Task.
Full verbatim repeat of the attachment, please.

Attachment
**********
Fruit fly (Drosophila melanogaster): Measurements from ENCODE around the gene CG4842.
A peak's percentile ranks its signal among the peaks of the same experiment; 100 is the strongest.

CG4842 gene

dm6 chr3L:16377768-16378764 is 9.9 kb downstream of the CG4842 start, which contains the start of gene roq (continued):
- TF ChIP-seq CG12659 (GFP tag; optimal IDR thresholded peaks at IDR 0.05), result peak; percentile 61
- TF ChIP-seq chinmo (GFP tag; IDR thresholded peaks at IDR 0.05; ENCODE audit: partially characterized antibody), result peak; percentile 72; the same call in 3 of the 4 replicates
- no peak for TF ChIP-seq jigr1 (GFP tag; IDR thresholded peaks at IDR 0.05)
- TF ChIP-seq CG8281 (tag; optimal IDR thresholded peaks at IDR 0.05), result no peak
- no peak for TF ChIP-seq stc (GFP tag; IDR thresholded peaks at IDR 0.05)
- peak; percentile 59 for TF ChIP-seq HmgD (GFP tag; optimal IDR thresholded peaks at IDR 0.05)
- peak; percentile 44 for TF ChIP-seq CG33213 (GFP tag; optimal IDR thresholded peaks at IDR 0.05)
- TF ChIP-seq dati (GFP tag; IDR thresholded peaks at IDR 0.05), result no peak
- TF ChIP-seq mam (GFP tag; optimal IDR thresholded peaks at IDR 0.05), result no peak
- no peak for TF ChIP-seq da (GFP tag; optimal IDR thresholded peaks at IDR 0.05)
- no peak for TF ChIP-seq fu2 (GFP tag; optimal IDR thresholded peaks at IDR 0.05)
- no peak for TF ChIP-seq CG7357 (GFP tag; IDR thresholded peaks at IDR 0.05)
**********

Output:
Fruit fly (Drosophila melanogaster): Measurements from ENCODE around the gene CG4842.
A peak's percentile ranks its signal among the peaks of the same experiment; 100 is the strongest.

CG4842 gene

dm6 chr3L:16377768-16378764 is 9.9 kb downstream of the CG4842 start, which contains the start of gene roq (continued):
- TF ChIP-seq CG12659 (GFP tag; optimal IDR thresholded peaks at IDR 0.05), result peak; percentile 61
- TF ChIP-seq chinmo (GFP tag; IDR thresholded peaks at IDR 0.05; ENCODE audit: partially characterized antibody), result peak; percentile 72; the same call in 3 of the 4 replicates
- no peak for TF ChIP-seq jigr1 (GFP tag; IDR thresholded peaks at IDR 0.05)
- TF ChIP-seq CG8281 (tag; optimal IDR thresholded peaks at IDR 0.05), result no peak
- no peak for TF ChIP-seq stc (GFP tag; IDR thresholded peaks at IDR 0.05)
- peak; percentile 59 for TF ChIP-seq HmgD (GFP tag; optimal IDR thresholded peaks at IDR 0.05)
- peak; percentile 44 for TF ChIP-seq CG33213 (GFP tag; optimal IDR thresholded peaks at IDR 0.05)
- TF ChIP-seq dati (GFP tag; IDR thresholded peaks at IDR 0.05), result no peak
- TF ChIP-seq mam (GFP tag; optimal IDR thresholded peaks at IDR 0.05), result no peak
- no peak for TF ChIP-seq da (GFP tag; optimal IDR thresholded peaks at IDR 0.05)
- no peak for TF ChIP-seq fu2 (GFP tag; optimal IDR thresholded peaks at IDR 0.05)
- no peak for TF ChIP-seq CG7357 (GFP tag; IDR thresholded peaks at IDR 0.05)